Commission members, clearly uncomfortable with the idea of forcing Fay to move the carport, discussed a variety of options such as setting a condition for the variance that Fay would have to finish the hard-surfacing that hadn’t been completed.

They noted several times that they were forced to stick to the criteria established by the city’s zoning ordinance if they were to grant a variance:

n that extraordinary conditions such as lot size or shape or typography, over which the owner has no control, apply to the property;

n that the variance is necessary to give the applicant the same property rights that other property owners in the vicinity possess;

n that the variance would not be “materially detrimental” to the lot in question, neighboring lots, or otherwise conflict with the city’s general plan or policies; and

n that the variance would represent the least action necessary to alleviate hardship.

“I don’t see that the variance is necessary for the preservation of the property rights of the applicant because it could be built somewhere else,” said Commissioner Mike Adams. “I don’t see how his property right is substantially different than any other neighbor who has a 20,000- or 15,000-square-feet-sized property. I don’t see lot size, shape, topography or other circumstances.”

He praised Fay and Crosbie for doing the right thing.

“You at some point realized you needed a permit, and you came in here and tried to get a variance. And that’s commendable. “

Meyers and Wolthius noted that even if the commission were to grant a land-use variance, the city building official could still deny a permit based on building itself.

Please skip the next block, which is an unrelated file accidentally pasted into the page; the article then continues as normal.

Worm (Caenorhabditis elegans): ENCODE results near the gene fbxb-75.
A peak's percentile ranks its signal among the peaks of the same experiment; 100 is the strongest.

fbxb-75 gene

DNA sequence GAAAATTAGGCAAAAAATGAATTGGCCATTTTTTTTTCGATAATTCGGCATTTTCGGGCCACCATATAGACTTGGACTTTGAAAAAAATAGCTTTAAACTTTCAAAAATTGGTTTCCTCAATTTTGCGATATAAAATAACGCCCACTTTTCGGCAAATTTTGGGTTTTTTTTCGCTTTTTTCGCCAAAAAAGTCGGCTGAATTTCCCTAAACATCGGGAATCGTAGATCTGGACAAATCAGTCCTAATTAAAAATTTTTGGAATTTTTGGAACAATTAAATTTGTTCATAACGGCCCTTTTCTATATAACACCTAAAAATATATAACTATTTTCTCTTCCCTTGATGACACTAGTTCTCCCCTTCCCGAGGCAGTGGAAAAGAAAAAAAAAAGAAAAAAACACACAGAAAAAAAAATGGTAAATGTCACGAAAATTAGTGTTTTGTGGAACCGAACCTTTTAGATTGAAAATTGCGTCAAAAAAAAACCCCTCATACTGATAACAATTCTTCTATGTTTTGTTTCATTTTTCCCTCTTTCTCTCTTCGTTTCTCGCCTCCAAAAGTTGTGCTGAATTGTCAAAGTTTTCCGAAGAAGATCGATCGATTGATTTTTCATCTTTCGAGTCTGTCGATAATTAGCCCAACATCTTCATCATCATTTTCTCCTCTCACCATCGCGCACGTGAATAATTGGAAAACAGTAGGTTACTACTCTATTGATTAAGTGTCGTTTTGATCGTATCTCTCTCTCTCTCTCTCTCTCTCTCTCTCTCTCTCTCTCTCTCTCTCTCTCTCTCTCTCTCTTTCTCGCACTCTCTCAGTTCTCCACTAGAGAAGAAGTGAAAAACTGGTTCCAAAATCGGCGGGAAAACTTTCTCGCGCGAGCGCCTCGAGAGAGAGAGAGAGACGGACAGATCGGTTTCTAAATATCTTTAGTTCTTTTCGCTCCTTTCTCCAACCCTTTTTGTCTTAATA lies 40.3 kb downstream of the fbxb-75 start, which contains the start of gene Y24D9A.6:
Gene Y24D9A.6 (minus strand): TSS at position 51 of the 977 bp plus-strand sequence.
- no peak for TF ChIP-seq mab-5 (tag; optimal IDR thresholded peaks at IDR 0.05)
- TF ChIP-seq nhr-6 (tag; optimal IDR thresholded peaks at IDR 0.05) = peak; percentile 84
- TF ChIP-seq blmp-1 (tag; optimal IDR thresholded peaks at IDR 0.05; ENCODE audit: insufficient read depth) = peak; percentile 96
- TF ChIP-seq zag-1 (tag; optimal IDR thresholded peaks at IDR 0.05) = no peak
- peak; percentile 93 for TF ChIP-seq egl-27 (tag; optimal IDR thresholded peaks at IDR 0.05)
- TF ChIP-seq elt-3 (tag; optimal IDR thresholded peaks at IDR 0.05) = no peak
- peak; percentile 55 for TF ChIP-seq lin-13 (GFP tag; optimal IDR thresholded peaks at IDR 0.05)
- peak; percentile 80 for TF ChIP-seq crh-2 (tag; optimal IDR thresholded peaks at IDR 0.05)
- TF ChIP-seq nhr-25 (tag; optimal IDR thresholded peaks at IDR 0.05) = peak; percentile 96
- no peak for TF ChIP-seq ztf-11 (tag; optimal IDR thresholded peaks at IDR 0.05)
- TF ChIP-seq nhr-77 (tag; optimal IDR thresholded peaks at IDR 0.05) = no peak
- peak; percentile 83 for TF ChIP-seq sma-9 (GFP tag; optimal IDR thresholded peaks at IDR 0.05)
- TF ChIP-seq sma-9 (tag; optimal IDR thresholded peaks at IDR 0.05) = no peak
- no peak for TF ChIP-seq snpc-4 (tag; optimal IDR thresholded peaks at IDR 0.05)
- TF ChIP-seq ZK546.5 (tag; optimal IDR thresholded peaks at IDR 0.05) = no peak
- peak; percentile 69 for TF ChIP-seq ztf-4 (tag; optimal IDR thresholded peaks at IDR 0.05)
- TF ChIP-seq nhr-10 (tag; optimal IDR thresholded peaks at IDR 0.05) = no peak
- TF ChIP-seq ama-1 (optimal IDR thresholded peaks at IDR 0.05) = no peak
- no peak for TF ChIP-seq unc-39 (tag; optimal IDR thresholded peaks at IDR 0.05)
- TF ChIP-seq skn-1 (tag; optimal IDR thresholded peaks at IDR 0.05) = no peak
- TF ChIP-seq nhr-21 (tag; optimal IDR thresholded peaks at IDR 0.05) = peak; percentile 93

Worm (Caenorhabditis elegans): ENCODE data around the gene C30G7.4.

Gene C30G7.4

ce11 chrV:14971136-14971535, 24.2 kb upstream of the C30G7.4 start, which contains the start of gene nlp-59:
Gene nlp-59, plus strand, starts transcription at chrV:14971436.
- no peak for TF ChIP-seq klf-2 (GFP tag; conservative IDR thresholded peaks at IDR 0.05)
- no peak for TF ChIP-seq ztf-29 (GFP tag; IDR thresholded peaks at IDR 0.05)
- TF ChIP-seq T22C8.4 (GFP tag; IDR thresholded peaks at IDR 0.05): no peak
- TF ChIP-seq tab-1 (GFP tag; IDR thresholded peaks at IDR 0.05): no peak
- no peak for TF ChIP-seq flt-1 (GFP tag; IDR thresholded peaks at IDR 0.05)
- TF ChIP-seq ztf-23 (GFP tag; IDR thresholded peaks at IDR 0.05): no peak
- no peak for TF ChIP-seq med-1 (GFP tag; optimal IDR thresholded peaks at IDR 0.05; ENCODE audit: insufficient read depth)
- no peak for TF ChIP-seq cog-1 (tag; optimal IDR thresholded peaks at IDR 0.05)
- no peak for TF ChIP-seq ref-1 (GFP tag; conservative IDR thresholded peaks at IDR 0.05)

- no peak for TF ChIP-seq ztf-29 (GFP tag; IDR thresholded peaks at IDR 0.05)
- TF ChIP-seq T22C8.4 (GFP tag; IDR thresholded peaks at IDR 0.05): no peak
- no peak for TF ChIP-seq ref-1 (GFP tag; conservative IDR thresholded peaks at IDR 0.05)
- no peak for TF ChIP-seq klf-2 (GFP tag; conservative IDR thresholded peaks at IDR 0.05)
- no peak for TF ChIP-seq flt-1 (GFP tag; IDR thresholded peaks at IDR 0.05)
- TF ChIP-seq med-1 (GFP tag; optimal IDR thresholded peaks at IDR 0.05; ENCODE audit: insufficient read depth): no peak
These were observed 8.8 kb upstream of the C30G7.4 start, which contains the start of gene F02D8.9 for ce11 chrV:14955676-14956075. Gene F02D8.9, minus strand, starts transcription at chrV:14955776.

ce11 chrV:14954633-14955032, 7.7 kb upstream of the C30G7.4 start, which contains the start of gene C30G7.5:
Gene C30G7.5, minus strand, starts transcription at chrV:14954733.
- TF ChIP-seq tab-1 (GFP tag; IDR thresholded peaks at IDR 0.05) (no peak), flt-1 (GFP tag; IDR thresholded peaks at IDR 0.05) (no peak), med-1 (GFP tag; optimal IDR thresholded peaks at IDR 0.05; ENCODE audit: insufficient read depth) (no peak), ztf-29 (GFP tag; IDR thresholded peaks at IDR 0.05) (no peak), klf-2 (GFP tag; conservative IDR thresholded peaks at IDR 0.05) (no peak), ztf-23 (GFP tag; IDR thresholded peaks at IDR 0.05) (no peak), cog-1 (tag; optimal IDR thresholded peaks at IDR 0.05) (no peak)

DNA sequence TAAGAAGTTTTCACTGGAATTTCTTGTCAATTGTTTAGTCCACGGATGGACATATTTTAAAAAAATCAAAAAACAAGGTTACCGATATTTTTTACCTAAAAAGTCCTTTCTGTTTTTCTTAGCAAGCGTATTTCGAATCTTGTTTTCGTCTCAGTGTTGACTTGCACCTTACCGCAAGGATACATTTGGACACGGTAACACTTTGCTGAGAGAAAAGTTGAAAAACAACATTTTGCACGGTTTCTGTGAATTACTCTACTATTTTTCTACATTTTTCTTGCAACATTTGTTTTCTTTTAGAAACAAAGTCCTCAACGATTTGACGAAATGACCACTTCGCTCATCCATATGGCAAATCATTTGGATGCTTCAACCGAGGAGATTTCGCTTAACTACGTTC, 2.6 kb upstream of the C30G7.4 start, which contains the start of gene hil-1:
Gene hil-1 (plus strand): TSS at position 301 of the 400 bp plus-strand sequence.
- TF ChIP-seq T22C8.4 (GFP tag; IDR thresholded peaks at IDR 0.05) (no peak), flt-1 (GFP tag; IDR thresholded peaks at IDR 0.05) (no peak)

“A variance would not be an outright go-ahead-and-do-it,” Meyers said. “You still have to go through the process.”

Commissioners voted three times before the variance was officially denied.

Wolthius made a motion to approve the variance with the condition that at least one of the driveways be hard-surfaced in accordance with city requirements. The commission deadlocked as he and Al Culver voted in favor, Adams and Meyers opposed, and Greg Stephens abstained.

After more discussion about whether moving the carport would represent a hardship per the ordinance’s requirements and what kind of precedent might be set if the variance were approved, Lewis said she was worried about the commission “setting a precedent that if you build an illegal structure, it’s going to become a hardship that we aren’t going to address.

“Setting a precedent based on a hardship being the removal of an illegal structure gives me a little bit of concern.”

Meyers cited three specific examples in which commissioners had forced people to take down unpermitted structures, including a garage on Elm Street where, he said, the original footings stick out three feet past the current structure because the garage was three feet too long.

“I think the Sweet Home Planning Commission is one of most lenient in the state, that allow people to do what they want on their property,” he said. “But we have to find a way to do it. And the criteria is pretty straightforward.”

On a second vote on Wolthius’ motion, Wolthius was the lone “yes,” with Adams, Culver and Meyers opposing the variance and Stephens again abstaining.

Adams made a motion to deny the variance because the request did not meet the criteria laid out in the city ordinance. All but Wolthius voted in support.

In other action, the commission:

n Unanimously elected Meyers as chairman.

n Elected Wolthuis as vice-chairman.